For the Teleforensic Examiner System to be truly effective, the off-site examiner must be able to manipulate the evidence as easily as an on-site examiner. The Leica FS C has a motorized stage that moves along the x-, y-, and z-axes, but the standard Leica bullet mount requires a technician to manually change the angle, tilt, and rotation of the bullet. The standard Leica lighting also requires manual adjustment. To create a fully teleoperated system, the authors designed and custom-built a stage platform consisting of a motorized bullet mount and light panel. The remote examiner can control the x-, y-, and z-axis movement of the Leica stage, the height, tilt, angle, and rotation of the bullet, and the height, angle, and intensity of the light panel. This capability gives off-site examiners the full range of positioning control that an on-site examiner would have, and results in a capability that did not previously exist in forensic science.

Diagnostic Images, File Transfers, and Log Files

Another key component of the Tele-forensic Examiner is the capability to capture high-resolution, diagnostic-quality images that can be used for reporting purposes or courtroom proceedings. The examiner or technician can annotate a diagnostic image by writing notes or drawing shapes to highlight specific features. If the examiner is viewing two stages (from either one or two microscopes), both stages are captured in a single image. Diagnostic images can be transferred from the Technician Station to the Remote Examiner Station. The system also supports transfer of other files during the session. This allows additional case-related information to be exchanged, such as crime scene photos or scanned documents.

For each session, a transcript is created that automatically logs events as they occur. Diagnostic images, chat transcripts, or other files may be attached or referenced within the log. Log files are maintained at both the Remote Examiner Station and the Technician Station. All log files are automatically synchronized as events occur.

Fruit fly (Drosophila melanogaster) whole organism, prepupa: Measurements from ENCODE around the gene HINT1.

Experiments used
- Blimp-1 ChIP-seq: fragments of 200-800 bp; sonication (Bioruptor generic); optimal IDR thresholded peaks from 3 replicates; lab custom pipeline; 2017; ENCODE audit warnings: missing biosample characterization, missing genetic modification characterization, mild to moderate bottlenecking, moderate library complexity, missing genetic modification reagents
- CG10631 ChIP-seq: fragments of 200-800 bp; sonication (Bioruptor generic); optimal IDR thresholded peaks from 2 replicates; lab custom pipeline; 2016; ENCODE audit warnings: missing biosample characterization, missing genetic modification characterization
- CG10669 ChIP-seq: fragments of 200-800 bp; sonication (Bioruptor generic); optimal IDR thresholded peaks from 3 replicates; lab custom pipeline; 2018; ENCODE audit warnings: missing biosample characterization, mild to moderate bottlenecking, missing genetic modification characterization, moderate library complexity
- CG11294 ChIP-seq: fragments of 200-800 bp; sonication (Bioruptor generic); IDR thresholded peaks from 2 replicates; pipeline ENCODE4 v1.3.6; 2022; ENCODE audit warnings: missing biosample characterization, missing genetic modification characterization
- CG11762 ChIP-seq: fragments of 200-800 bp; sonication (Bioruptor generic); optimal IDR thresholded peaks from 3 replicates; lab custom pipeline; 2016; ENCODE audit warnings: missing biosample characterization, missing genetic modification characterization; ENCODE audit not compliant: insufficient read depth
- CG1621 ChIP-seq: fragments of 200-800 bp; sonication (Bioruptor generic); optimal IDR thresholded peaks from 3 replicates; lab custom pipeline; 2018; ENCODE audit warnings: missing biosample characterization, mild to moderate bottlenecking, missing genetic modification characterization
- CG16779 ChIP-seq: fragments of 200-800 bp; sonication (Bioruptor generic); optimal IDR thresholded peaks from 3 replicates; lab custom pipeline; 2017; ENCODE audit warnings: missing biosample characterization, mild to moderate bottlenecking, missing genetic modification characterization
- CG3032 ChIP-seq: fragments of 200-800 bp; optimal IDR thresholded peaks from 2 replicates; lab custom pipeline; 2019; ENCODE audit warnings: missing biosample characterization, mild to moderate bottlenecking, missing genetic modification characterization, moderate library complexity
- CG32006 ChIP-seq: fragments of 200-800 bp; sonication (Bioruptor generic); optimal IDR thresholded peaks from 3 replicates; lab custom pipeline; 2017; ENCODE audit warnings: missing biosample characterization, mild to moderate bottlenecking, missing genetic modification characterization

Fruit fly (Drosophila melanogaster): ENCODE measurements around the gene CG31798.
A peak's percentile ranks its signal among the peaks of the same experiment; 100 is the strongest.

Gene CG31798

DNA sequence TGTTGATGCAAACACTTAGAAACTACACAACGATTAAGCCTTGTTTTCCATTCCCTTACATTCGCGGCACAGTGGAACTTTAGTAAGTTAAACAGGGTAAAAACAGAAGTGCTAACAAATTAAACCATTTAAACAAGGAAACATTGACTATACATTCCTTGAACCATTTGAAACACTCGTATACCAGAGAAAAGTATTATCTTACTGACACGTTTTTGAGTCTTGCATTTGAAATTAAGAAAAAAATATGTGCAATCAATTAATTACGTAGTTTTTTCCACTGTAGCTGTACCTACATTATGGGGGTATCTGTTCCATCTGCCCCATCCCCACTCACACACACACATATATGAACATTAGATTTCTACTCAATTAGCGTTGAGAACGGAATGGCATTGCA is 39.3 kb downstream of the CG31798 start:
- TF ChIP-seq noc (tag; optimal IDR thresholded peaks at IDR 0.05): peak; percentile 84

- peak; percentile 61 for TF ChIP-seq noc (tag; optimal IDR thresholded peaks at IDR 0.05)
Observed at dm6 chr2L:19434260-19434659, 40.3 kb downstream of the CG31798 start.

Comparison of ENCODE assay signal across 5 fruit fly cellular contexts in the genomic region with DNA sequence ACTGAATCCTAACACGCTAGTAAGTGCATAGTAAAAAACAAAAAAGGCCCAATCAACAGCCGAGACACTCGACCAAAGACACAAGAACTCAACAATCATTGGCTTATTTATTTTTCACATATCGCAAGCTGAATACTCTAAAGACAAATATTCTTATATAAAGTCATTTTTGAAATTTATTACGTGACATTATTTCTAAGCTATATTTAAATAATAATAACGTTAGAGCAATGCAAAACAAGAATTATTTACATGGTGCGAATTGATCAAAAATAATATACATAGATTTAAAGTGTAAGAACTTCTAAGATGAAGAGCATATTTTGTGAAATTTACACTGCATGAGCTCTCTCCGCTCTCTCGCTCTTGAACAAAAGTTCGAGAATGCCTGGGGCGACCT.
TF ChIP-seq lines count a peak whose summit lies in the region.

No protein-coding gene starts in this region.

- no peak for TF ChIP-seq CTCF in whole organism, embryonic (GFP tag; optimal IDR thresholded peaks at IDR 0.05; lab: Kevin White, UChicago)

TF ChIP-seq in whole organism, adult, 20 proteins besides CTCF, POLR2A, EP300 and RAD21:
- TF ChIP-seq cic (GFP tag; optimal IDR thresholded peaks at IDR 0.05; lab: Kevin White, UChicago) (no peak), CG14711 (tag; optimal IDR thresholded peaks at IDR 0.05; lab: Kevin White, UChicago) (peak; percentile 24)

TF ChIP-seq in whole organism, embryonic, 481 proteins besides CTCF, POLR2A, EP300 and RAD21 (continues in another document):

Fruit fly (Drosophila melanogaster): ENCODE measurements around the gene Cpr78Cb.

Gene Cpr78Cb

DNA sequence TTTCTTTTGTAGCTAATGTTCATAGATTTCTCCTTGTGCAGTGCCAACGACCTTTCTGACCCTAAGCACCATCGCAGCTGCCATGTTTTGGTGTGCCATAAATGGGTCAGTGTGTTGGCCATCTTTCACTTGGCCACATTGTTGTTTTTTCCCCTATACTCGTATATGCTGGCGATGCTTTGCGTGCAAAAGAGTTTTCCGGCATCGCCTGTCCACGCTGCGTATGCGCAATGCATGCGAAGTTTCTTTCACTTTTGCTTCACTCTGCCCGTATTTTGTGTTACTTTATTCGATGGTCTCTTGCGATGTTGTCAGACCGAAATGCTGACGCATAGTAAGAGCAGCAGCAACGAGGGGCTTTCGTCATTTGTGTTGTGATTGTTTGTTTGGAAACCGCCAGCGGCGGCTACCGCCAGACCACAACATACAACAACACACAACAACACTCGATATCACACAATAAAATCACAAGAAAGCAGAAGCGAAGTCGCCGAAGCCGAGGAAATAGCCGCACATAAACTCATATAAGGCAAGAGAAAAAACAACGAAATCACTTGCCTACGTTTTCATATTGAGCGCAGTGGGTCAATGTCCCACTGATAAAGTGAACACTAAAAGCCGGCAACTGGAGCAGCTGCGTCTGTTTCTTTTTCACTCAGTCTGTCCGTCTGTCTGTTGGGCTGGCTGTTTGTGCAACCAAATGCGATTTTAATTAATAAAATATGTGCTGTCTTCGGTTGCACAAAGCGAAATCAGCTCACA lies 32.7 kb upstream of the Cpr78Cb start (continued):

Going Forward

Early prototype systems have been delivered to USACIL and MSP, and are currently undergoing refinement. For USACIL and other federal agencies, the growing need for examinations in forward theaters is generating new mobile and permanent forensics laboratories in those locations. While having a technician and equipment may be possible in these labs, it is unlikely that two or more expert examiners will be constantly available on-site; thus, teleforensic reach-back capabilities are critical if the labs are to meet their mission. Couple this with the geographically disparate nature of forensic labs located throughout the United States, and it is clear that the need for teleoperated microscope systems is substantial.

It should be noted that the Teleforensic Examiner for Firearms system and technology are not restricted to bullet and cartridge examination—it can be applied across other forensic disciplines. Clothing, hair, skin, bones, and other biological forensic material can be examined with the Teleforensic Examiner, and the authors are expanding the technology based on user input and needs. The utility of this tool is broad for laboratories seeking to improve their efficiency and fiscal performance.

For More Information

To learn more about the Teleforensic Examiner System, please contact Jeff Huber at TSWG or Dr. Mitchell Rohde at Quantum Signal.

About the Authors

Dr. Mitchell Rohde is the CEO and co-founder of Quantum Signal, LLC, an advanced engineering research and development firm located in Saline, Michigan. He holds an MS-EE, MS-BME, and PhD-BME from the University of Michigan in Ann Arbor.

This e-mail address is being protected from spam bots, you need JavaScript enabled to view it is a Project Analyst at Quantum Signal, LLC, and has been involved in a number of forensic-related technology development projects at the company. She holds a BS-IOE from the University of Michigan in Ann Arbor.